Bad loans from banks could rise until the first half of next year

0


Lawrence Agcaoili (The Philippine Star) – August 4, 2021 – 12:00 am

MANILA, Philippines – Bad loans from banks are expected to rise through the first half of next year as the country continues to struggle to contain the pandemic.

In a roundtable discussion on virtual media, Joyce Ong, analyst at Moody’s Investors Service, said the Philippine banking sector is expected to suffer from a high non-performing loan (NPL) ratio until June of next year. . The banking sector’s NPL ratio is expected to reach 6% this year.

“NPLs will continue to rise at least until the first half of 2022. What is rather uncertain at the moment is whether things will start to improve again in the next few months,” Ong said.

She said the gross NPL ratio of Philippine banks had risen steadily from a low base in 2020 and even more so in 2021 with the expiration of debt relief measures under Republic Law 11469 or the Bayanihan to Heal as One Act (Bayanihan 1) and RA 11494 or the Bayanihan to recover in one act (Bayanihan 2).

Preliminary data from the Bangko Sentral ng Pilipinas (BSP) showed that the gross NPL ratio of Philippine banks accelerated for the fifth consecutive month to reach the highest level in almost 13 years at 4.49% in May from 4 , 35% in April. This is the highest level since the 4.52% recorded in September 2008.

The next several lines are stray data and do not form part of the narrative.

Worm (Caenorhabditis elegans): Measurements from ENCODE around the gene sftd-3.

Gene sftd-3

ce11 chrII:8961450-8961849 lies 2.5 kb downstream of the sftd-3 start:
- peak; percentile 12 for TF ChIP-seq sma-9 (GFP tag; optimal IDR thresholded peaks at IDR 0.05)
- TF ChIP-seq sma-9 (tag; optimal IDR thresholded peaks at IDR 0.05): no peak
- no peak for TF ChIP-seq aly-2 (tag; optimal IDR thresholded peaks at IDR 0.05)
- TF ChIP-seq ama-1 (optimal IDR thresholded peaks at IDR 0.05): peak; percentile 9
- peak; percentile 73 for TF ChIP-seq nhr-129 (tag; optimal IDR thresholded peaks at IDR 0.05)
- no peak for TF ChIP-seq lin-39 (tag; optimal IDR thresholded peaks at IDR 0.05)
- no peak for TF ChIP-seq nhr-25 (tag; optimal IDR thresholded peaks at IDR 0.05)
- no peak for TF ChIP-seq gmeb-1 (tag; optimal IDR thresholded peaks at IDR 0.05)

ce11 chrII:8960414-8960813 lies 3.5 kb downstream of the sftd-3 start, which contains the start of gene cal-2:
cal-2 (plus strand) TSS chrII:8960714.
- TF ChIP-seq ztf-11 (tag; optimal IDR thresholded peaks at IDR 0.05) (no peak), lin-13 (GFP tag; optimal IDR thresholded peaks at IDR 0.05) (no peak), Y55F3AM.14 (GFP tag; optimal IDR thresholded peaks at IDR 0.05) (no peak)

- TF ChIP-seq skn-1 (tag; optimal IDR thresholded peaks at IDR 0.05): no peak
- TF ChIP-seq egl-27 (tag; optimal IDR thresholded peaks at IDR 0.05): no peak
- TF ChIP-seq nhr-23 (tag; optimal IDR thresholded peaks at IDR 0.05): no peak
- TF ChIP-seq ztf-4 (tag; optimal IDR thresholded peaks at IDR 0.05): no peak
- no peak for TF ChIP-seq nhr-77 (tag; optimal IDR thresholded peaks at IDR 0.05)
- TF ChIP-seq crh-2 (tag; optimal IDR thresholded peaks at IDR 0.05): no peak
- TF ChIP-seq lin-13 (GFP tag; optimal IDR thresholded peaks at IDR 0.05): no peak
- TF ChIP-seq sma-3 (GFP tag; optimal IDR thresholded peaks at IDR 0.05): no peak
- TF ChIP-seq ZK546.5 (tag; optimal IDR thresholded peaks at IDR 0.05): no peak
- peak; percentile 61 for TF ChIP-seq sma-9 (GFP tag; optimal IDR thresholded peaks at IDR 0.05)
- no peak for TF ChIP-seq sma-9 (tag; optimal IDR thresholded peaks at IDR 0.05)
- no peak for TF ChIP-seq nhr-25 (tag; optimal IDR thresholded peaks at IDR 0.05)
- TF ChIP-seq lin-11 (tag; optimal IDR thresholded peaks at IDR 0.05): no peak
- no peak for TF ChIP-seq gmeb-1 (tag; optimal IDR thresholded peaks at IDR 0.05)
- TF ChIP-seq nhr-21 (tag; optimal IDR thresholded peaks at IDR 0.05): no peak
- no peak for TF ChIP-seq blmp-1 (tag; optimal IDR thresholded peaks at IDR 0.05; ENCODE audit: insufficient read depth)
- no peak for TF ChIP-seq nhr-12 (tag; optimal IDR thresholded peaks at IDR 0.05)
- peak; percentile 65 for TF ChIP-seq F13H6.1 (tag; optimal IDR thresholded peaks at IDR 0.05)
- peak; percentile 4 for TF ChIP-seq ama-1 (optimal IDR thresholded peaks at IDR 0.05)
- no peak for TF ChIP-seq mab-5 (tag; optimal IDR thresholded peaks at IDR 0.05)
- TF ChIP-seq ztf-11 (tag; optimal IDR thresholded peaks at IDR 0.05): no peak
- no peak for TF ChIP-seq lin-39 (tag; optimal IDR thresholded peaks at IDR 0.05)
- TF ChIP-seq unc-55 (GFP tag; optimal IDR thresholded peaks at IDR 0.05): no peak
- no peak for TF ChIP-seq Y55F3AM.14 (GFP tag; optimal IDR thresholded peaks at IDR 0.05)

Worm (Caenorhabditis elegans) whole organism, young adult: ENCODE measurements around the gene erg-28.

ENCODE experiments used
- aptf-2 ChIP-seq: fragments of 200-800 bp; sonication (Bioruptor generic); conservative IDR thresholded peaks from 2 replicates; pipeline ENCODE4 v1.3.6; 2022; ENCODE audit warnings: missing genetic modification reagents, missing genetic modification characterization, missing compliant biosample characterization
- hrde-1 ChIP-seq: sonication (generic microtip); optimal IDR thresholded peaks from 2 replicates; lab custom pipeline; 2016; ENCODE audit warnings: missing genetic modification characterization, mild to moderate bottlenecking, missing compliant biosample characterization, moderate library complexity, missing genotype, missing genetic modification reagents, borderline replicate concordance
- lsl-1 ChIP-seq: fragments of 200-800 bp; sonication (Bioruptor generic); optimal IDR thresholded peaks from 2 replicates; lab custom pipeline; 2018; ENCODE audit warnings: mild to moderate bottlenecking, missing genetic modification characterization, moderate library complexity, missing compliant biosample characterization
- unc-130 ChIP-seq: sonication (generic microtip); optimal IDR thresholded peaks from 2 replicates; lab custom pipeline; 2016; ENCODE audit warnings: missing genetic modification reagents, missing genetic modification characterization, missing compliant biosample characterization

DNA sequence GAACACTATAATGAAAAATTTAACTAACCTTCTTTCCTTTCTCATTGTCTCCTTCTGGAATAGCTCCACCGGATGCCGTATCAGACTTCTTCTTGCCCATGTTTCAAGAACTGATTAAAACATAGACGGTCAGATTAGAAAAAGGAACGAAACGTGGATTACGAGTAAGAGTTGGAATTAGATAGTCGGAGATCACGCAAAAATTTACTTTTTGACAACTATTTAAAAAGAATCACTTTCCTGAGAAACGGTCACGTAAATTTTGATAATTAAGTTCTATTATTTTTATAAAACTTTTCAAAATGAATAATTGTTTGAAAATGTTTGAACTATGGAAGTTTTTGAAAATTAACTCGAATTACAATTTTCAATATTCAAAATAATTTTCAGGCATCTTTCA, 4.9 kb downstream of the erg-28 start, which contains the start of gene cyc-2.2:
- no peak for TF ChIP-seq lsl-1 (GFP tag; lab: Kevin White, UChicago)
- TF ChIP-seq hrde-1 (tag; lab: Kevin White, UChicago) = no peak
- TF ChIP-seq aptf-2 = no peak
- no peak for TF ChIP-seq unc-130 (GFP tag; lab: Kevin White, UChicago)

Bad loans in the banking sector jumped 83% to 479.48 billion pesos in May from 262 billion pesos the same month last year, while the allowance for credit losses jumped 50.4% to 383 , 39 billion pesos against 254.94 billion pesos.

Ong said the Philippine banking system is experiencing a prolonged reduction in business activity which has affected the quality of the industry’s assets over the past 18 months.

“It really raises the question of whether the protracted disruptions have eroded the progress that Philippine banks have made over the past decade. With Bayanihan expiring, we believe asset quality will continue to weaken this year and NPLs will rise to around 6% by the end of 2021, ”Ong said.

According to Moody’s, the prolonged reduction in business activities, the resurgence of COVID-19 infections and the strengthened community quarantine in the National Capital Region (NCR) from August 6 to 20 would continue to weigh on feelings and put pressure on straining the debt repayment capacity of borrowers. , in particular small and medium-sized enterprises (SMEs).

Ong said Moody’s now expects bank lending from Philippine banks to remain stable instead of increasing 5% this year with the reimposition of stricter lockdown and quarantine measures in the NCR to slow the spread of the more contagious Delta variant.

“Credit growth is likely to remain moderate below pre-pandemic levels as companies halt their expansion plans in the midst of the pandemic and internal capital generation by banks will continue with growth over the medium term,” Ong said.

The latest BSP data showed bank lending declined for the seventh consecutive month, albeit at a slower pace of 2% in June compared to 4% in May.

The debt watcher said he expects the profitability of Philippine banks to remain stable at lower levels, but not return to pre-pandemic levels.

Ong said the strength of the conglomerates that control most of the nation’s largest lenders would cushion the impact of the pandemic.

“We still believe that the large conglomerates would continue to perform well and that would certainly help them in terms of limiting the level of debt deterioration resulting from the quality of their assets,” she said.


Leave A Reply

Your email address will not be published.